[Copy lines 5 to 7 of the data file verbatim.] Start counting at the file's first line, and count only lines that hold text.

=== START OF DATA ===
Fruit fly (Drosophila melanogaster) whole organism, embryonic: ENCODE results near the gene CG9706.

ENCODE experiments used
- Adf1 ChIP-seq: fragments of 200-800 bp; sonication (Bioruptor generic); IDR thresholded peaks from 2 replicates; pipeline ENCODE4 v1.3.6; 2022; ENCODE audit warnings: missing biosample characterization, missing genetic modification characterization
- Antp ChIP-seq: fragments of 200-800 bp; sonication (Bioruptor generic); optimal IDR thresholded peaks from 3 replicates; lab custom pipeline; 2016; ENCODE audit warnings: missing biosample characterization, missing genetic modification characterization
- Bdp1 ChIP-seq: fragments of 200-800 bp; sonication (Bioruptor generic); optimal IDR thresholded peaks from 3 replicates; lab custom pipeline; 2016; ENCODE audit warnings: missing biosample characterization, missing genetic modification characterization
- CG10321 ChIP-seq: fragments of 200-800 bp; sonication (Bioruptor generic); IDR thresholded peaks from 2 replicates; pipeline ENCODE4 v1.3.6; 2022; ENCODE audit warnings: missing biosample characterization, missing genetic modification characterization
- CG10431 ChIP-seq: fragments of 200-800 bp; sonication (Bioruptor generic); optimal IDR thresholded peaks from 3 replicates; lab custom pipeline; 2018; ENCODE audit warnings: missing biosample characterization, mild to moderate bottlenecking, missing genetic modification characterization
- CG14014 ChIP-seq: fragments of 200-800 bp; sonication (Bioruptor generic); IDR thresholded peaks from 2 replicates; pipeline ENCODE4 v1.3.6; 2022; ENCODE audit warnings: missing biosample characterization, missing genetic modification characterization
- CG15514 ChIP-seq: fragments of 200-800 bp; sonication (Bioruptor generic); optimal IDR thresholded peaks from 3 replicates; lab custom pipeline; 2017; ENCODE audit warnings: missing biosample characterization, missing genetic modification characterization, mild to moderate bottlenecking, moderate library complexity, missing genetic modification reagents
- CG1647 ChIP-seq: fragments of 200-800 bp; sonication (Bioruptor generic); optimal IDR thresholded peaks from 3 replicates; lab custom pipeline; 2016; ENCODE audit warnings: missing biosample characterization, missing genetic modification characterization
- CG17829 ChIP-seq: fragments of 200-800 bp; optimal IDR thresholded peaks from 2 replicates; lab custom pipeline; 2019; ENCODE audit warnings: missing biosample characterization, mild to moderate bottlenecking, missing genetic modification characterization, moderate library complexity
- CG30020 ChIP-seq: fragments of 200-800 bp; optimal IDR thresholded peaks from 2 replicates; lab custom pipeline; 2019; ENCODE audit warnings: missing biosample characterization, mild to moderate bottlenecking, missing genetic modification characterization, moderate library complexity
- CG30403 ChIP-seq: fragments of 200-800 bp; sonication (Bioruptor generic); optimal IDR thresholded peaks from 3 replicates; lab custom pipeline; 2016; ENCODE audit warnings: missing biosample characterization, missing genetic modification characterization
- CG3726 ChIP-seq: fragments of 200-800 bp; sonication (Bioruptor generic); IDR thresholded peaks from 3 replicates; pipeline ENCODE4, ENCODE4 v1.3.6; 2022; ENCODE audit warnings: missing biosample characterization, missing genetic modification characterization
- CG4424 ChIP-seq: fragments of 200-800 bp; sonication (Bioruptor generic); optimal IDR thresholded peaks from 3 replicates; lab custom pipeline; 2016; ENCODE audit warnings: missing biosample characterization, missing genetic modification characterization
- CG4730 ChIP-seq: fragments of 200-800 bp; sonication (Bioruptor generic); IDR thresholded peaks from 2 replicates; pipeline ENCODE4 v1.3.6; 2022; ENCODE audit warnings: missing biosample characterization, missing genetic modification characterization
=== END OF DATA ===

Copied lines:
- Bdp1 ChIP-seq: fragments of 200-800 bp; sonication (Bioruptor generic); optimal IDR thresholded peaks from 3 replicates; lab custom pipeline; 2016; ENCODE audit warnings: missing biosample characterization, missing genetic modification characterization
- CG10321 ChIP-seq: fragments of 200-800 bp; sonication (Bioruptor generic); IDR thresholded peaks from 2 replicates; pipeline ENCODE4 v1.3.6; 2022; ENCODE audit warnings: missing biosample characterization, missing genetic modification characterization
- CG10431 ChIP-seq: fragments of 200-800 bp; sonication (Bioruptor generic); optimal IDR thresholded peaks from 3 replicates; lab custom pipeline; 2018; ENCODE audit warnings: missing biosample characterization, mild to moderate bottlenecking, missing genetic modification characterization